Theology and Spirituality in Seminary

One of my teachers in the Seminary once remarked that theology has the tendency of making theological students and teachers become complacent and lukewarm about spiritual things. At first, I joined others in criticizing the teacher’s statement on the ground that good theology will always lead to good behavior and spirituality. But after some time, what he said began to make sense to me.
From my experience of being in the Seminary both as a student and also as a teacher, I came to realize that such a complacent tendency as pointed out by my teacher is very true and common both among Seminary students and teachers. Now I can affirm my teacher’s statement without any reservations.
Seminary students and teachers must realize the fact that being in the Seminary does not give them an automatic guarantee that they are will be shielded and exempted from the temptations common to Christians. As a matter of fact, it seems to me that the reality of such temptations becomes more real within the Seminary context than anywhere else. Seminarians are tempted to cheat, and some do cheat. Seminarians are tempted to commit sexual immorality, and some do indulge in it. Seminarians are tempted to lie, and some do lie. Seminarians are tempted to steal, and some do steal. Seminarians are tempted to become jealous, and some do struggle with jealousy. Seminarians are tempted to fight, and it is not surprising that cases of fighting and quarrel have been found within the Seminary context. All these temptations and struggles go to show that the temptations that are common to man everywhere are also common in the Seminary. This ought to be a constant reminder to the Seminarian.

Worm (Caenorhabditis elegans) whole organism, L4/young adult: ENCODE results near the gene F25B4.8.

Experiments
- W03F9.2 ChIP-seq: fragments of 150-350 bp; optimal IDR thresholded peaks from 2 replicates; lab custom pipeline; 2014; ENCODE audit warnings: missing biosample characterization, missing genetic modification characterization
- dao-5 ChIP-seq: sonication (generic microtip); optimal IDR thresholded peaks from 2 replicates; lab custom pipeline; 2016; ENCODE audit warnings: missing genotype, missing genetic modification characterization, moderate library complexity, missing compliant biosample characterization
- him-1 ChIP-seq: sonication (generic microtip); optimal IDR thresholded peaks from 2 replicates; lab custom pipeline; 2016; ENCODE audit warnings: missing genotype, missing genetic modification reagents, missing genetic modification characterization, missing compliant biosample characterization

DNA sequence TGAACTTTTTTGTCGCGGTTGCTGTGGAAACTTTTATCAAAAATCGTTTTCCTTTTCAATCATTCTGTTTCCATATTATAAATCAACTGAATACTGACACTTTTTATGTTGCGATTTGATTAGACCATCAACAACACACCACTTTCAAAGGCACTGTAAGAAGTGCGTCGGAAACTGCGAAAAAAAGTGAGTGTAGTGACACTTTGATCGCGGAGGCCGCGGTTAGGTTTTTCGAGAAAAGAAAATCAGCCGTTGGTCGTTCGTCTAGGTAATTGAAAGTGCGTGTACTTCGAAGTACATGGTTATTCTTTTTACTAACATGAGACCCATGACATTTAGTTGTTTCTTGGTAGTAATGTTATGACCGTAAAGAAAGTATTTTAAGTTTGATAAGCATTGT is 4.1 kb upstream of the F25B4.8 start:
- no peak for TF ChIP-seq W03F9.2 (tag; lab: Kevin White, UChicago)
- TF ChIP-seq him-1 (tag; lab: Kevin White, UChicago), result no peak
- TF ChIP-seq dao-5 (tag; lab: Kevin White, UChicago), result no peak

In essence, theology is not a substitute for spirituality. It is possible for one to be theologically sound without being spiritual. And conversely, it is possible for one to be spiritually sound without necessarily going to the Seminary. But it should be noted that theology and spirituality ought to have a mutual relationship.
On the one hand, a good theology ought to produce a good spirituality. In other words, such theology will constantly lead to doxology. On the other hand, good spirituality must have its foundation in good theology. In this way, the relationship between theology and spirituality will be symbiotic, not mutually exclusive. Good theology shapes good spirituality and good spirituality is grounded in good theology. As such, any spirituality that opposes theology is not biblical spirituality. Any theology that trivializes spirituality is not biblical theology. A biblical theology is spiritual and a biblical spirituality is theological. The two must go hand in hand. You cannot have one without the other. For a spirituality that deemphasizes theology is not biblical just as a theology that neglects spirituality is not Christian. A balanced spirituality is biblical as well as practical in the same way that a balanced theology is biblical and spiritual.
As a theological student, you must be determined to be both theologically sound as well as spiritually fit. You cannot be an effective instrument in God’s hand if you neglect one at the expense of the other. Let this be your constant yearning and aspiration. The earlier you embrace this truth the better it will be for you both now and in the nearest future.
By Seth Kajang Bature. Seth is a student at Westminster Theological Seminary, PA.

Written by
Ryan Burns

Ryan Burns is a past Marketing Manager at Faithlife and now works at Redemption Hill Church in Richmond, VA.

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Written by Ryan Burns
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